Toronto’s Riverdale Zoo – a social infrastructure lost

Zoo patchTorrential rain had rendered the site all but impassable when I first visited the new Metro Toronto Zoo in June 1973. For my interview tour, we were forced to navigate long runways of planks and plywood over thick, oozing, boot-sucking mud in order to move around the various construction sites that dotted this massive project. I had come from Busch Gardens in Tampa, so I was accustomed to “big,” but this was big on a different scale. It was not just wide-open spaces, but a series of immense pavilions, each with a unique design that would one day immerse zoo-goers in a lush, zoogeographic landscape of plants and animals.

postcard-toronto-riverdale-park-zoo-pen-area-c1910By that time, Toronto’s old zoo at Riverdale park was little more than an animal holding facility. It was being closed and many of the cages had been abandoned. The Riverdale zoo’s first animals went on display in 1899 in conditions that were typical of zoos in this era. Animals were kept in cages and pens that were much too small but afforded the best views for visitors. By March of 1902, the inventory included ocelots, a camel, a buffalo, six pens of monkeys, a Siberian bear, and more. The Toronto Star reported on the pending arrival of an elephant and a couple of lions.

Conditions improved at the zoo over the decades, but by the 1960s, the small cages and concrete outdoor runs were hopelessly out of date. Upon completion of the new Metropolitan Toronto Zoo in August 1974, the old Riverdale zoo closed and most of the buildings were eventually torn down. Riverdale Farm, the successor to the zoo, opened in 1978, specializing in rare breeds of farm animals.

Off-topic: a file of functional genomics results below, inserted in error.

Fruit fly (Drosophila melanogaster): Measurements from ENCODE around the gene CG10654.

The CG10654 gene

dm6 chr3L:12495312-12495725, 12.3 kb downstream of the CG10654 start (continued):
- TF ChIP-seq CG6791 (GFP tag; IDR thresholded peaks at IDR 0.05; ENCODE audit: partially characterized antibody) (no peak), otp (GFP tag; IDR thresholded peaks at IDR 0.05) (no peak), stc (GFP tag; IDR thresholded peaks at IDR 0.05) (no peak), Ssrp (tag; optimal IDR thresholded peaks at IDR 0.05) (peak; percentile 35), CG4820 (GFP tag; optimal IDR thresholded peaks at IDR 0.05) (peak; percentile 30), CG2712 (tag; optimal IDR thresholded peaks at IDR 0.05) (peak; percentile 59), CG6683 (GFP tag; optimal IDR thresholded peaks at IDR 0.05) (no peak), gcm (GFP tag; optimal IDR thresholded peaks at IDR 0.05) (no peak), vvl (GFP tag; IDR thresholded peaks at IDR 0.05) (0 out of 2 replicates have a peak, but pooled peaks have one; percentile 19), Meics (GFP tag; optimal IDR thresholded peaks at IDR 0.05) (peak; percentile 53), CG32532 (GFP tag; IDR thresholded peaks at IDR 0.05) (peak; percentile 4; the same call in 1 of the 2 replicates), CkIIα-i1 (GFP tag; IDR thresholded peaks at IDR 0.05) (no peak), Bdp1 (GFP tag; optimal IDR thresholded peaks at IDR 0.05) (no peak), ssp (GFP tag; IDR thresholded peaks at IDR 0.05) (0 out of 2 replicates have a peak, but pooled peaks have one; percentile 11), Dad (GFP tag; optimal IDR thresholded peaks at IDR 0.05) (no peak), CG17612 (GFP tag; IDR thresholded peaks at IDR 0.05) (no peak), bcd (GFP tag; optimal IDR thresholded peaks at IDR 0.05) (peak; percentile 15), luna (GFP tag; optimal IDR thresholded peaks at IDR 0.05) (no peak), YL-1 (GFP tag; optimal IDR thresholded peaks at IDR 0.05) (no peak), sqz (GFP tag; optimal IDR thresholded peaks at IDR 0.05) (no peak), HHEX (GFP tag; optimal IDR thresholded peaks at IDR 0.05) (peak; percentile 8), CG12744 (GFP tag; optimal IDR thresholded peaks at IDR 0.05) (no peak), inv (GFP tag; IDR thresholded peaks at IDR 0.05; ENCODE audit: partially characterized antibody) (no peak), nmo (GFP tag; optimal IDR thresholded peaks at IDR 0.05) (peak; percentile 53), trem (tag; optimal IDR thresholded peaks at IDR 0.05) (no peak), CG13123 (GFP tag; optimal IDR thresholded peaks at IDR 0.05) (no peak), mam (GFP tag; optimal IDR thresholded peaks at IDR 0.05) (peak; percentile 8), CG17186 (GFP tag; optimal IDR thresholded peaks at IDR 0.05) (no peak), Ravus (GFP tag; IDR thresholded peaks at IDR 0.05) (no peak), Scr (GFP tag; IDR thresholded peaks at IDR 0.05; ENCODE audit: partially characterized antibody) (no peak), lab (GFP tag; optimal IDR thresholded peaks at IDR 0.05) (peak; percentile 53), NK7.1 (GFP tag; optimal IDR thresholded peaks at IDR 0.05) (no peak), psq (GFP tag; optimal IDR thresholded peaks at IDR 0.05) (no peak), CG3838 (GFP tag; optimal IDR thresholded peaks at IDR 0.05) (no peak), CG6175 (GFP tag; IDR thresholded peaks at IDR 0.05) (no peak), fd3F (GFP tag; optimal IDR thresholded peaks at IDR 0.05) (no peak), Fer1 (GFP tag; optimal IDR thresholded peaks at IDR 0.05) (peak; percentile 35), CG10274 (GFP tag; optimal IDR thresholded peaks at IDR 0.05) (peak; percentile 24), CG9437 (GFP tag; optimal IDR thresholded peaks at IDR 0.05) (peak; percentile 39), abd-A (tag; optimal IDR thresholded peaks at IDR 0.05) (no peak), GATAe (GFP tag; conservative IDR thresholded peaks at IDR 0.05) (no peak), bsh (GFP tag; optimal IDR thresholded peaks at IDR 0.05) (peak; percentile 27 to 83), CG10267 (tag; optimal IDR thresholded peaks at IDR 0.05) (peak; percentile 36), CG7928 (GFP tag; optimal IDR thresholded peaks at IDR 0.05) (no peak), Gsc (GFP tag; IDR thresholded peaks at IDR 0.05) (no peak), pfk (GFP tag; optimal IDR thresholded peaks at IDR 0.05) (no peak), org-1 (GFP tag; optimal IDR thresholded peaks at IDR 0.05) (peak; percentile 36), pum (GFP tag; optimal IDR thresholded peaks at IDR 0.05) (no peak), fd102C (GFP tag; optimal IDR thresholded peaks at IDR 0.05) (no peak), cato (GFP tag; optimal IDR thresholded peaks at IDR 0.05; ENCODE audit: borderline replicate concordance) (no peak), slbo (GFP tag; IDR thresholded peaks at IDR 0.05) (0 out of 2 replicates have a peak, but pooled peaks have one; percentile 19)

In his recent book Palaces for the People, author Eric Klinenberg suggests that parks—and, I would argue, zoos—are part of a community’s social infrastructure. They are the glue that binds communities together and the spaces that shape the way we interact. The Riverdale Zoo was an element of Toronto’s social infrastructure in the Cabbagetown neighborhood for seventy-five years. It was a place that allowed Torontonians to interact with one another while building relationships and memories.

It seems sad to me that while many zoos around North America celebrate one hundred years of history, the Toronto zoo’s first seventy-five years have disappeared. Although the animals were better off being moved, a rich history has been lost to the ages. I am also struck by how eerily similar the history of the Toronto zoo (one of my 1st zoos) is to my final zoo in Albany, Georgia. The Riverdale zoo and the Tift Park zoo, separated by two thousand miles and a national border, share similar stories of an old zoo that vanishes while a new one is born in another part of town.

In October 1977, when I was working at Toronto’s new zoo, Albany, Georgia was also closing its zoo and transferring animals to more spacious quarters. Albany’s Tift Park was founded in 1909, a few years after the Riverdale zoo opened, and the Tift Park zoo sprang up sometime in the 1930s. In the late 1960s, residents of both Toronto and Albany were becoming uneasy with their aging zoos. Closing them down seemed the best option.